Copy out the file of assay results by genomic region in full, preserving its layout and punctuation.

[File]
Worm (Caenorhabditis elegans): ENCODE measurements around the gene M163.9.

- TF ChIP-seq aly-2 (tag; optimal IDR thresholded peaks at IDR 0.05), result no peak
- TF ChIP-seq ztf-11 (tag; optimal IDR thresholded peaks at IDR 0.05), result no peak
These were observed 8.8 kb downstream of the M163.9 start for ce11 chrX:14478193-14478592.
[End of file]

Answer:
Worm (Caenorhabditis elegans): ENCODE measurements around the gene M163.9.

- TF ChIP-seq aly-2 (tag; optimal IDR thresholded peaks at IDR 0.05), result no peak
- TF ChIP-seq ztf-11 (tag; optimal IDR thresholded peaks at IDR 0.05), result no peak
These were observed 8.8 kb downstream of the M163.9 start for ce11 chrX:14478193-14478592.